SRM and Commvault Health Check

The NCC health check pds_share_vms_check verifies that the protection domains do not share any VMs. It would be good practice to run this healh check after configuring either SRM or using Intellisnap from Commvault. It’s one of over 200 hundred checks NCC provides.

This check is available from the NCC 2.2.5 release and is part of the full health check that you can run by using the following command:

nutanix@cvm$ ncc health_checks run_all

You can also run this check separately by using the following command:

nutanix@cvm$ ncc health_checks data_protection_checks protection_domain_checks pds_share_vms_check

A protection domain is a group of VMs that you can replicate together on a desired schedule.

A VM can be part of two protection domains if the following conditions are met:

A protection domain (Async DR or Metro Availaibility) is created, and the VM is added as a protected entity of this protection domain. The vstore containing the VM is protected by using ncli or by an external third-party product such as Commvault or SRM. Protecting a vstore automatically creates a protection domain. These protection mechanisms are mutually exclusive, which means that the backups of the VM might fail if the VM is in 2 protection domains.


If the check returns a FAIL status, the reported VMs need to be removed from some of the listed protection domains, so that they remain only inside one protection domain.
If your using metro availability you may have move the VM to another container or stop protecting the vstore.


Updated Best Practices – Nutanix DR and Backup & vSphere + Commvault

Two best practices have been updated on this week. The Nutanix DR and Backup Best Practices is located in the Support Portal.

<DR and Backup Best Practices>

The update was around bandwidth sizing and added a link to Wolframalpha which spits out the sizing formula for you.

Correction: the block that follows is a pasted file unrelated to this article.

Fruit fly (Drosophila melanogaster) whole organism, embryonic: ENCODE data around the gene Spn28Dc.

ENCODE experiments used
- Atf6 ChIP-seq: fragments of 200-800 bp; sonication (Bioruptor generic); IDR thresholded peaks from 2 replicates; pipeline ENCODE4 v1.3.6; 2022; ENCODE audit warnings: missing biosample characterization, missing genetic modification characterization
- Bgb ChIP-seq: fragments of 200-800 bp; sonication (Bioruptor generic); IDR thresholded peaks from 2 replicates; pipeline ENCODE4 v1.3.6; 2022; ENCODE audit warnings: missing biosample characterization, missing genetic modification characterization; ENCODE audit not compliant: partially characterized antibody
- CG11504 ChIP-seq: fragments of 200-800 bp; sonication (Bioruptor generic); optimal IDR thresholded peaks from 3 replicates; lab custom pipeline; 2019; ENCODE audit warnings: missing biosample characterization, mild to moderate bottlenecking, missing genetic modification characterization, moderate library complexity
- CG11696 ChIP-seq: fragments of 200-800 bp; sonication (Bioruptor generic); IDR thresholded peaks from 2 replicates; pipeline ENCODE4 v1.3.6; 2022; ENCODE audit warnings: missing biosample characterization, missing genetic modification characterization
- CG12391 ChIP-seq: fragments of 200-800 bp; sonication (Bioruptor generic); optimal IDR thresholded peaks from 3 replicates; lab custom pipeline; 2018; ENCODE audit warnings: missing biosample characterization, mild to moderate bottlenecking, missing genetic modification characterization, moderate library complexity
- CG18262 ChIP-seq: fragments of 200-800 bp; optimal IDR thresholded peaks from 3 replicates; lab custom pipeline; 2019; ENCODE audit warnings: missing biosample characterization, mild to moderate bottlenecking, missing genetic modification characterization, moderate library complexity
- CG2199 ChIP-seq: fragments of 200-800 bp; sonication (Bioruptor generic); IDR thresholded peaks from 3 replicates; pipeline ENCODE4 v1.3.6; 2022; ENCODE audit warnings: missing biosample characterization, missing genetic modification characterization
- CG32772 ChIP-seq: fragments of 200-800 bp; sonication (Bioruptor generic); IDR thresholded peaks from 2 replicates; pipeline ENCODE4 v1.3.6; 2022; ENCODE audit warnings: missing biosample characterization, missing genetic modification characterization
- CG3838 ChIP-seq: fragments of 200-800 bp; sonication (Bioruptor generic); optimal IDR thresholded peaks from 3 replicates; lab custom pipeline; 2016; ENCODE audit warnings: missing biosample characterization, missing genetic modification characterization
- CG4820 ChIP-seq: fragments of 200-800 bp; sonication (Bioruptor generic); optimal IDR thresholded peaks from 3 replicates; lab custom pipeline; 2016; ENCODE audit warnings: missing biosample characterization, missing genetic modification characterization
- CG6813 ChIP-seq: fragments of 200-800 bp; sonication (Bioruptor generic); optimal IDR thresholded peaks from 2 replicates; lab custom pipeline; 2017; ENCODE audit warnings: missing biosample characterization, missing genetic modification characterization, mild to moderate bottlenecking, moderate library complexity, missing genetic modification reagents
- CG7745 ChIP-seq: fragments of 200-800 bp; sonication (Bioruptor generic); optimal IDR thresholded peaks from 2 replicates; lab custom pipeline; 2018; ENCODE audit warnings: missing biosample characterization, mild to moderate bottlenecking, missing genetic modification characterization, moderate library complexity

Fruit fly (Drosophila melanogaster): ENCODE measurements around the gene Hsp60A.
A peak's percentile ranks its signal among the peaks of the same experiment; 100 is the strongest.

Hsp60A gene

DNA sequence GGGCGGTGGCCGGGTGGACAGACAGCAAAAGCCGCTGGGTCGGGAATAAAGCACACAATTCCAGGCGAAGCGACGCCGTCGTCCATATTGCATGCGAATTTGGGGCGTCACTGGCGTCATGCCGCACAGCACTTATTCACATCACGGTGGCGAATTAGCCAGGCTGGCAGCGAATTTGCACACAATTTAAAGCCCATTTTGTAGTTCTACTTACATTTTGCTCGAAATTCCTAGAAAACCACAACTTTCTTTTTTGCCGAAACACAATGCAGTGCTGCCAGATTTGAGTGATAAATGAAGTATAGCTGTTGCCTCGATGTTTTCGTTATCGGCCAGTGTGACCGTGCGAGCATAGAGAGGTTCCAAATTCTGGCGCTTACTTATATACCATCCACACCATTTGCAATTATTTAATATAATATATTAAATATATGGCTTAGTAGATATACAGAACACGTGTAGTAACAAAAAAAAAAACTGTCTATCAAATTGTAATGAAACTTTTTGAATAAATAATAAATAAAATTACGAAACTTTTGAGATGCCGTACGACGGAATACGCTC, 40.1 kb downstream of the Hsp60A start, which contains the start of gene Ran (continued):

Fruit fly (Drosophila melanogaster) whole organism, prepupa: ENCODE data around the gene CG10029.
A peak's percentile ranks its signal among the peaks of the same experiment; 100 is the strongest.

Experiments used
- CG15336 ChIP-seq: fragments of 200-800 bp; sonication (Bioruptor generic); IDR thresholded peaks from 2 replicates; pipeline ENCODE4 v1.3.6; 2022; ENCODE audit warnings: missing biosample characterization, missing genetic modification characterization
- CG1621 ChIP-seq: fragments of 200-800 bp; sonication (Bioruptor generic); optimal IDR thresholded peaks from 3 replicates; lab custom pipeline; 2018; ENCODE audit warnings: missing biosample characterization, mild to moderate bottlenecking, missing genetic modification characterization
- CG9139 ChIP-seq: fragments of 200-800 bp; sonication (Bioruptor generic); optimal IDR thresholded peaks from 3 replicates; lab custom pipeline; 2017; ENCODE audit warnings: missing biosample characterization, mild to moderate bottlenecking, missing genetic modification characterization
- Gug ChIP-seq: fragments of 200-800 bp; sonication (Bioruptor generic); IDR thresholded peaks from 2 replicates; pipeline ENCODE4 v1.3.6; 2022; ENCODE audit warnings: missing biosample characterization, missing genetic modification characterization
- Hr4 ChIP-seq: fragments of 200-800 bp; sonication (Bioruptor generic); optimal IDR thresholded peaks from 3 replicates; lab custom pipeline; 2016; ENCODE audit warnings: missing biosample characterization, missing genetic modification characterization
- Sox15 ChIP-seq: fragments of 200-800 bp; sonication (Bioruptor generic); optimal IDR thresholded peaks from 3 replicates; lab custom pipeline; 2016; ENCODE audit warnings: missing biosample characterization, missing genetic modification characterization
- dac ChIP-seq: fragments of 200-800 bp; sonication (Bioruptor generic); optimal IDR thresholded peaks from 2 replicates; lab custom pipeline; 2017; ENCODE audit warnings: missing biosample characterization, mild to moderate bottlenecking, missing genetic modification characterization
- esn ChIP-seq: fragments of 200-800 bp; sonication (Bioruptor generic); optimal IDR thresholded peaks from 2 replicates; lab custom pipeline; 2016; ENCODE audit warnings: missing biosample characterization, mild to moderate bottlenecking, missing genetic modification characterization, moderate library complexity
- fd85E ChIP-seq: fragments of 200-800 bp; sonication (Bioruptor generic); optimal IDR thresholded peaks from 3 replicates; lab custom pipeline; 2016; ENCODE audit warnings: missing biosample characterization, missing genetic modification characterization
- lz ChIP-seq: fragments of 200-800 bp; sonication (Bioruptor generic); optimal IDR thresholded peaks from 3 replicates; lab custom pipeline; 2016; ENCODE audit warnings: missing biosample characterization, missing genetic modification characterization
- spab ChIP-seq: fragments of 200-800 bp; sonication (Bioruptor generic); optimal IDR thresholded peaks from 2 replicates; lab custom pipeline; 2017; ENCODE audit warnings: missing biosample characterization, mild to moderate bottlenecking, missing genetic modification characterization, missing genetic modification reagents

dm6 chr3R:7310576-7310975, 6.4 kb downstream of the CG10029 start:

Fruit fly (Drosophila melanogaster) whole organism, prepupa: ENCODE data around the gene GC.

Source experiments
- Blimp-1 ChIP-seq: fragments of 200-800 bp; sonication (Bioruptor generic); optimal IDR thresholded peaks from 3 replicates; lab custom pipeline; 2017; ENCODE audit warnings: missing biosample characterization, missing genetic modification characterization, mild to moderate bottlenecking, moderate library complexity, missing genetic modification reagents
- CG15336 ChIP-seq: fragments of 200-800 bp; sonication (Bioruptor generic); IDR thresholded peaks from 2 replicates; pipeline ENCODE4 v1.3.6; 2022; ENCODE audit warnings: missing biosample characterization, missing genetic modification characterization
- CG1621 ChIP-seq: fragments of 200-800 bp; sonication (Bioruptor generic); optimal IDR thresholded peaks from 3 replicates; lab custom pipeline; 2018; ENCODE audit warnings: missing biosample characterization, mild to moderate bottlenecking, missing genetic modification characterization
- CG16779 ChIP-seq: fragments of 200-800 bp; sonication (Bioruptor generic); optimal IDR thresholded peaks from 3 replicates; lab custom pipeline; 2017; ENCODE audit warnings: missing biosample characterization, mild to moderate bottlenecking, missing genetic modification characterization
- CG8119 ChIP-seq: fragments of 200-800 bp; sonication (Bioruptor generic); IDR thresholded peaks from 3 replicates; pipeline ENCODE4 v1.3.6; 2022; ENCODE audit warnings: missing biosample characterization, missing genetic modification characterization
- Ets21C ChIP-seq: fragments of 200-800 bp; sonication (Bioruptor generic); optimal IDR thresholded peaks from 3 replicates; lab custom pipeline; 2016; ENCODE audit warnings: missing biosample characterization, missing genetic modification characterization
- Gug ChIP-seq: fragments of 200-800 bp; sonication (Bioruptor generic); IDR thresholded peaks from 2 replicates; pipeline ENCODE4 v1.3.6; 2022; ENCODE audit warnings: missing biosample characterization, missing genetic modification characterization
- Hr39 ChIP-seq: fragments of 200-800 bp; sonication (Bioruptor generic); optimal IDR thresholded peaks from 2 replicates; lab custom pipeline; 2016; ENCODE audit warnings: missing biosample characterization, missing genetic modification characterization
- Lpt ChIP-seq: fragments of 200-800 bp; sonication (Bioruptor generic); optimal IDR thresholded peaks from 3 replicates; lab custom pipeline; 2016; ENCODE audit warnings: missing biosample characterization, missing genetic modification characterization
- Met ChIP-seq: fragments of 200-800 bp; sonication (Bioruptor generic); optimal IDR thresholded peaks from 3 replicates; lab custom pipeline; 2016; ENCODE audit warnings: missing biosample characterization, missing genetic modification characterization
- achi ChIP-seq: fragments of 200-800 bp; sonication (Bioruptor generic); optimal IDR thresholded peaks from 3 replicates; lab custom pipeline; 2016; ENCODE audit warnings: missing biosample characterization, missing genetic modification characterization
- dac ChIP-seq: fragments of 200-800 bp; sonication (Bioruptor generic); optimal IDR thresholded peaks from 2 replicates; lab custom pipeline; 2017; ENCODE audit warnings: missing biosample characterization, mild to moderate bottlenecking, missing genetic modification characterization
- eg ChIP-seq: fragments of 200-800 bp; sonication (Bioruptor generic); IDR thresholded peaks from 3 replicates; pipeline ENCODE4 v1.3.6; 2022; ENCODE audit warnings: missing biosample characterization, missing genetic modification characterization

The vSphere and Commvault Best Practice Guide added some guidance around IntelliSnap and sizing. At this time IntelliSnap and Metro is not supported but streaming is a fully supported option.



Commvault IntelliSnap and Nutanix Video

A quick how to video and it even shows how you could restore to Amazon if needed.


Commvault Intellisnap Hypervisor Native Backup and Restore For Nutanix

As of today Nutanix and Commvault Intellisnap support both ESXi and Hyper-V. IntelliSnap backup enables you to create a point-in-time snapshot of the data used for backups. An effective way to back up live data is to quiesce it temporarily, take a snapshot, and then resume live operations. This avoids the pain of hypervisor based snapshot getting in the way of your backup. Why is this big deal? Extra IO would have to used collapsing the hypervisor based snapshot while the full backup would take place. The hypervisor snapshot still happens but it brief.

How does it work?


1) CommServer Requests the Proxy Agent to backup a VM.
2) VSA Proxy Agent requests the host to create the snapshot of the VM. (The Media agent is also installed with the VSA but your don’t need to size for it.)
3) Host uses VMware Tools to take an App-consistent snapshot of the selected VMs
4) Proxy Agent requests the Nutanix to take the storage snapshot of the associated containers. (IntelliSnap). VMware’s VM Snapshot is removed and consolidated.
5) Proxy Agents mounts the container snapshot, performs the indexing. Metadata relationship between commvault snapshot and Nutanix snapshot/PD is maintained.
6) Commvault backup policies determines to backup the VMs from the snapshot to media, and/or retain the snapshot without backing up.
Intellisnap is VADP snapshot aware.

Notes for Step 2 – you need to install the Media Agent component where the proxy agent (VSA) is. That doesn’t need to be the same media agent that’s storing the data, but it’s the package that needs to be installed to facilitate the snapshot functionality for the agent. This is because the media agent contains the code and add-ons that facilitate the snapshot management.

Notes for Step 5 – its optional to do the indexing, but you don’t lose the ability to do a granular restore of files within the guest. You can choose to index the data from the hardware snapshot, OR you can perform the indexing “live” when you need to perform a restore. The tradeoff for the latter is waiting a few minutes to mount the VM and open the disk to browse the contents rather than looking at it from a pre-built index. The recommendation (and default) is the latter option, especially with Nutanix since NFS makes this a much quicker process, and you save some time during the backup by not having to do the indexing of the files within the virtual machine. One great benefit of both indexing options is that there is no need for any agents – not even temporary ones, which means less headaches administering VM credentials etc.

Thanks to Damian Andre from Commvault and Jerome Joseph from Nutanix in helping me understand some of the nuances.

Check back here because this story will get even better in a couple of weeks, wink wink.